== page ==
Health

The 12 Common Mental Health Disorders

Mental health disorders are defined as “a psychological syndrome that causes either significant distress or impairment”. Mental health disorders are a group of mental illnesses that can affect people in different ways. They can range from mild to severe and even life-threatening.

There are many different types of mental disorders including depression, bipolar disorder, obsessive-compulsive disorder (OCD), schizophrenia, and post-traumatic stress disorder (PTSD) among many others.

This article will give you a list of the 15 most common mental health disorders and their symptoms.

Common Mental Health Disorders

The list below is not exhaustive and does not include every mental illness, but it contains the most common mental health conditions that people experience.

1. Depression

Mental Health Disorders
Mental Health Disorders

Depression is a common mental health disorder that causes persistent feelings of sadness and loss of interest in activities. It can also cause physical symptoms such as changes in appetite, sleep, and energy levels.

Depression is a serious condition that can affect a person’s daily functioning and quality of life. Symptoms of depression can include:

  • Persistent feelings of sadness, hopelessness, or emptiness
  • Loss of interest in activities or hobbies that were once enjoyable
  • Changes in appetite or weight
  • Changes in sleep patterns, such as difficulty falling asleep or staying asleep, or sleeping too much
  • Loss of energy or feeling tired all the time
  • Difficulty concentrating or making decisions
  • Feelings of worthlessness or guilt
  • Thoughts of death or suicide.

Depression is a treatable condition and there are several effective treatments available, including medication and therapy. It’s important to seek help from a mental health professional if you are experiencing symptoms of depression.

2. Anxiety disorder

Anxiety disorders are a group of mental health conditions that cause excessive worry, fear, or anxiety. They can include generalized anxiety disorder, panic disorder, and phobias.

Generalized anxiety disorder is characterized by excessive and persistent worrying about a variety of topics, such as work, relationships, or health.

Panic disorder is characterized by recurrent panic attacks, which are sudden and intense episodes of fear or anxiety that can include physical symptoms such as rapid heartbeat, shortness of breath, and dizziness.

Phobias are intense fear of a specific object or situation, such as heights, animals, or flying.

Symptoms of anxiety disorders can include:

  • Excessive worrying or fear.
  • Avoiding situations that cause anxiety.
  • Trouble sleeping.
  • Irritability.
  • Difficulty concentrating
  • Physical symptoms such as rapid heartbeat, sweating, or trembling.

Treatment for anxiety disorders typically includes therapy, such as cognitive-behavioral therapy (CBT), and sometimes medication. It’s important to seek help from a mental health professional if you are experiencing symptoms of an anxiety disorder.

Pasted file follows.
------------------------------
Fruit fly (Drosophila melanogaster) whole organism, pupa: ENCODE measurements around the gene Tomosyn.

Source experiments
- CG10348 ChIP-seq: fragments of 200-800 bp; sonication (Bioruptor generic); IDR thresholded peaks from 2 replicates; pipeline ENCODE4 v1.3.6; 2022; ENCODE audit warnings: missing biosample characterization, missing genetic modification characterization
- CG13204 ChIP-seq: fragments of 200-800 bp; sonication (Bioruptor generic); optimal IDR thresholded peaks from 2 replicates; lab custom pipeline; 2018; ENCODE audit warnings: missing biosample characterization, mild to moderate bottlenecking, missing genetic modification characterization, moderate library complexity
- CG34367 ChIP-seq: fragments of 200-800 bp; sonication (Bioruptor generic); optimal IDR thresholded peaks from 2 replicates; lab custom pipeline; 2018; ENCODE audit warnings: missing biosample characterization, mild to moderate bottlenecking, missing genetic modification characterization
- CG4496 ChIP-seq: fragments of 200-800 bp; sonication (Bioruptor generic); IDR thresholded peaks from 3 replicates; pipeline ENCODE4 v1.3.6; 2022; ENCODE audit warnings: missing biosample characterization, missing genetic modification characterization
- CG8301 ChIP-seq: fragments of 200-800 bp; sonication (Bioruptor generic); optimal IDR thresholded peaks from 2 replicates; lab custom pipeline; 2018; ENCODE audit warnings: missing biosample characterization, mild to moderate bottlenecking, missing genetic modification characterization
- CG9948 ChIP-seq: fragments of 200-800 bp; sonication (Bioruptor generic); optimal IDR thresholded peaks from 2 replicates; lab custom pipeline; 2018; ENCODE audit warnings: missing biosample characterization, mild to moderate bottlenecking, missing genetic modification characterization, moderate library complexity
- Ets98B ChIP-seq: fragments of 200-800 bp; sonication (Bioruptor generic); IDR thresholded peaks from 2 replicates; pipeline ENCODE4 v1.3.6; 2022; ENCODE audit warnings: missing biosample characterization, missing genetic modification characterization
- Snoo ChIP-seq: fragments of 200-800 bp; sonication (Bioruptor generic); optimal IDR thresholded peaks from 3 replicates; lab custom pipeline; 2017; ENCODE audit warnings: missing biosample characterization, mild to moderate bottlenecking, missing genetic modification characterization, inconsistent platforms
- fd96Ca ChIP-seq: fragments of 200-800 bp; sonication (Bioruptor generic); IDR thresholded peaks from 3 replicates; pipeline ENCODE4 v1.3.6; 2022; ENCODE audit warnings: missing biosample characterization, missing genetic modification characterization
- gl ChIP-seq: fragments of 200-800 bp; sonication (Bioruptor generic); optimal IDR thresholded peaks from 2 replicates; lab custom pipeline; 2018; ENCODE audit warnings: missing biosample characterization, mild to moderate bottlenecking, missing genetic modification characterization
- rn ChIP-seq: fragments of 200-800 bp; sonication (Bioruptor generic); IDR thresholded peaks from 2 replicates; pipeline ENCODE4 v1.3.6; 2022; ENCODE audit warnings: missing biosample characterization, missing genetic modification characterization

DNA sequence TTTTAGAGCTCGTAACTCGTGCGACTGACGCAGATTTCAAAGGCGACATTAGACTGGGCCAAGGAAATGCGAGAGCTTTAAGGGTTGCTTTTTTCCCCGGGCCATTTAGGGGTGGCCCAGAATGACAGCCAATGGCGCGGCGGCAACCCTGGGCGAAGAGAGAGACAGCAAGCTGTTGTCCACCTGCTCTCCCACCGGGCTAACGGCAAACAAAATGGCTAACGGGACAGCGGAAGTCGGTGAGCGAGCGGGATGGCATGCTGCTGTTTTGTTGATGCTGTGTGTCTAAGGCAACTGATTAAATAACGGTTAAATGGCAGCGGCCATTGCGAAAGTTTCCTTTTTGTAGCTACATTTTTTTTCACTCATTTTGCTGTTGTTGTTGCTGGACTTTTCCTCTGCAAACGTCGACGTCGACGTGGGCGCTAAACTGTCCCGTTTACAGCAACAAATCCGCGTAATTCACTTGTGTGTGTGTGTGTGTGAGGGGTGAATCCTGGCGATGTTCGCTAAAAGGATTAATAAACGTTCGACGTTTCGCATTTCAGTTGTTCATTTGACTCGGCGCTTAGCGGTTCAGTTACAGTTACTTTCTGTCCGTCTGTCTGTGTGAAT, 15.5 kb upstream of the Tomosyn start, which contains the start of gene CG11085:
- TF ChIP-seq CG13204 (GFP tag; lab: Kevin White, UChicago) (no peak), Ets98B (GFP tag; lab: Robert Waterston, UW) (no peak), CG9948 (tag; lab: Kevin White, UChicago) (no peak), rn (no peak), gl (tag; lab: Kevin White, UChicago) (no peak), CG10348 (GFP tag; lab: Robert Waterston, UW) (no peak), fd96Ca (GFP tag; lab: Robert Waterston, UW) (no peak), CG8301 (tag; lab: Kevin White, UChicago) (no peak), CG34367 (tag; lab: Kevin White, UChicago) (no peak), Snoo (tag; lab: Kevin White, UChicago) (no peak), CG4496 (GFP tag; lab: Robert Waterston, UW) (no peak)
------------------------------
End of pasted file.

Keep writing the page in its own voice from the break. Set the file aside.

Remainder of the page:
3. Bipolar disorder

Bipolar is a mental health disorder, also known as manic-depressive disorder, is a mental health condition that causes extreme mood swings. People with bipolar disorder experience periods of elevated mood (mania) and periods of depression.

During a manic episode, a person with bipolar disorder may have a lot of energy, be overly talkative, and have racing thoughts. They may also engage in impulsive or risky behavior, such as spending sprees or reckless driving.

During a depressive episode, a person with bipolar disorder may feel sad, and hopeless, and lose interest in activities they once enjoyed. They may also have changes in their sleep, appetite, and energy levels.
Bipolar disorder is a chronic condition, meaning it can last for many years or even a lifetime.

It’s important to seek help from a mental health professional if you think you may have bipolar disorder. Treatment typically includes medication and therapy to help manage the condition and prevent episodes of mania and depression.

4. Dementia.

Dementia is a group of conditions that affect the brain and can cause a decline in cognitive function, including memory, thinking, and problem-solving abilities.

Dementia is often, but not always, associated with aging, and it can occur as a result of damage to the brain from a variety of causes, including Alzheimer’s disease, stroke, and Parkinson’s disease.

Symptoms of dementia can vary depending on the cause and severity of the condition, but they may include:

  • Memory loss, especially for recent events.
  • Difficulty communicating or finding the right words.
  • Difficulty with problem-solving or planning.
  • Changes in mood or behavior.
  • Disorientation or confusion, including getting lost in familiar places.
  • Loss of motivation or interest in activities.